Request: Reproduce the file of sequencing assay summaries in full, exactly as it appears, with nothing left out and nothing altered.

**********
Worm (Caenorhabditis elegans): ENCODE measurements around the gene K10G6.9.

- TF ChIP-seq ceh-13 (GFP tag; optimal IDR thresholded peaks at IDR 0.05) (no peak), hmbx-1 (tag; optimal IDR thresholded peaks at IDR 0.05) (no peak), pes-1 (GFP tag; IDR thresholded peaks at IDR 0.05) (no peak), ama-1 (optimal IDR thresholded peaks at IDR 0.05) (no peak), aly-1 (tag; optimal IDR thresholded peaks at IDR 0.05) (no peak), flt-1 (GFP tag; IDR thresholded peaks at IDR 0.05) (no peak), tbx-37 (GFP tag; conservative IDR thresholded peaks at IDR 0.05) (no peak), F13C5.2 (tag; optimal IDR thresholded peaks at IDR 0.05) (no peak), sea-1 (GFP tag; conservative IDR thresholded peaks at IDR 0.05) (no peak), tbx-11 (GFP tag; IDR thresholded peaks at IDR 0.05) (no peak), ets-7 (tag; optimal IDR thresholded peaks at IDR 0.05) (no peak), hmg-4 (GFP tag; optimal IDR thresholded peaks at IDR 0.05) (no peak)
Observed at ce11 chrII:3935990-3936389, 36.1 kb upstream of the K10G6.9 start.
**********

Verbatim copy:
Worm (Caenorhabditis elegans): ENCODE measurements around the gene K10G6.9.

- TF ChIP-seq ceh-13 (GFP tag; optimal IDR thresholded peaks at IDR 0.05) (no peak), hmbx-1 (tag; optimal IDR thresholded peaks at IDR 0.05) (no peak), pes-1 (GFP tag; IDR thresholded peaks at IDR 0.05) (no peak), ama-1 (optimal IDR thresholded peaks at IDR 0.05) (no peak), aly-1 (tag; optimal IDR thresholded peaks at IDR 0.05) (no peak), flt-1 (GFP tag; IDR thresholded peaks at IDR 0.05) (no peak), tbx-37 (GFP tag; conservative IDR thresholded peaks at IDR 0.05) (no peak), F13C5.2 (tag; optimal IDR thresholded peaks at IDR 0.05) (no peak), sea-1 (GFP tag; conservative IDR thresholded peaks at IDR 0.05) (no peak), tbx-11 (GFP tag; IDR thresholded peaks at IDR 0.05) (no peak), ets-7 (tag; optimal IDR thresholded peaks at IDR 0.05) (no peak), hmg-4 (GFP tag; optimal IDR thresholded peaks at IDR 0.05) (no peak)
Observed at ce11 chrII:3935990-3936389, 36.1 kb upstream of the K10G6.9 start.